If all potential solutions to our water problems require increased energy use, how can we manage the water industry's future energy needs? There are four areas of opportunity which, when used in conjunction with each other, can mitigate much of the future energy impacts: conservation, self-generation, demand reduction, and demand response.

Conservation is a mainstay of any coherent water policy. It is obvious that the less water existing customers use, the more water from established sources there is for new needs. There are significant improvements in customer water use efficiency that can yield spectacular results. For example, the population of California's cities grew by 3.5 million people in the last ten years, but overall water consumption has stayed the same. However, Pollyannas do exist who say we can save our way to the future and do not need anything other than conservation. There are limits to conservation. In areas that have been exposed to extensive conservation efforts we see a hardening of demand - there is some level of water consumption below which it is prohibitively expensive to conserve more. Conservation also does not adequately address the need for additional storage to save water during the wet periods for use during the dry periods. Finally, many conservation programs increase energy use. Agriculture, which is the largest end user of water in the U.S., is increasingly turning from traditional flood or furrow irrigation to sprinklers or drip irrigation, with significant water savings. These new water conserving pressurized pipe systems require pumps and extra energy to supply the pressure these systems require.

Self-generation is an increasingly viable option for water utilities, as the costs of the new generation technologies has dropped in recent years and the technology improved. Water utilities typically require large open spaces around their treatment facilities, particularly wastewater treatment facilities. These open spaces can be dedicated to electricity production in the form of solar installations. Wastewater facilities generate methane in the treatment process, which can now be used to produce electricity via fuel cells or micro turbines. Many water utilities site storage facilities at the higher elevations in their service area. With sufficient elevation small, in-conduit hydroelectric generators can replace pressure reduction valves. The economics of these generators depend upon their proximity to the water utility electric loads and, in some cases, the cooperation of the local electric utilities.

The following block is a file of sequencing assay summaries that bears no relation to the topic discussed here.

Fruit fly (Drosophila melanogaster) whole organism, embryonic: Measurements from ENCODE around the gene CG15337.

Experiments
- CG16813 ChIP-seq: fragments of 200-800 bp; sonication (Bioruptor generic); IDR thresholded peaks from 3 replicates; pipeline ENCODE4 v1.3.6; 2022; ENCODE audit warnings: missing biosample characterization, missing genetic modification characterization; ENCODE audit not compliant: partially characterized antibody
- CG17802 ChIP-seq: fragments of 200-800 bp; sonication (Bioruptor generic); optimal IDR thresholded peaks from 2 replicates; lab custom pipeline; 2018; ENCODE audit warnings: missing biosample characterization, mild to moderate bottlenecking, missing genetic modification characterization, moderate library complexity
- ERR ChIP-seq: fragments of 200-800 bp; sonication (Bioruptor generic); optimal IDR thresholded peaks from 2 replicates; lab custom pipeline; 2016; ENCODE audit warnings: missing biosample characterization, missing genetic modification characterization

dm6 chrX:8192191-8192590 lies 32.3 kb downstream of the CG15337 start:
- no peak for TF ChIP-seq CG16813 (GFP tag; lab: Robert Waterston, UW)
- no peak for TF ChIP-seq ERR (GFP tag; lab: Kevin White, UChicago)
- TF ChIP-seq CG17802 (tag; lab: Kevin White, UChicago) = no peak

Demand reduction is the ability of water utilities to shift some of their electrical demand out of the on-peak period, usually via the use of storage or by installing extra treatment capacity at its facilities. Depending upon local electric utility rate design, such programs may result in bill savings for the water utilities.

Demand response is the ability of water utilities to reduce their electrical demand when called upon by the electric utility. This can be done via the judicious use of storage, depending upon current water demand conditions. In almost all areas of the country, the electric utilities will pay for the ability to call upon this demand drop when they need it, which may make such activity attractive to water utilities.

Water sector electricity use is poised to approximately double in the next decade or so if we do not implement some of these options to mitigate that increase. Many of these options require forward thinking on the part of the water utilities, and the realization of the electricity providers that they need to work and plan with the water community on their future electricity needs.

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Lon W. House, PhD, CEM, CSDP, is a Water and Energy Consultant with over 25 years of experience. Dr. House has a Bachelors, two Masters, and a PhD in Engineering and Economics from UC Davis. He is a Certified Energy Manager (CEM) and a Certified Sustainable Development Professional (CSDP) with the Association of Energy Engineers. Dr. House taught engineering in Graduate School at UC Davis for a number of years and was the Founder and Co-Director for Hydropower at the UCD Energy Institute. He worked for the California Energy Commission as a utility planner, and was the chief utility planner for the California Public Utilities Commission.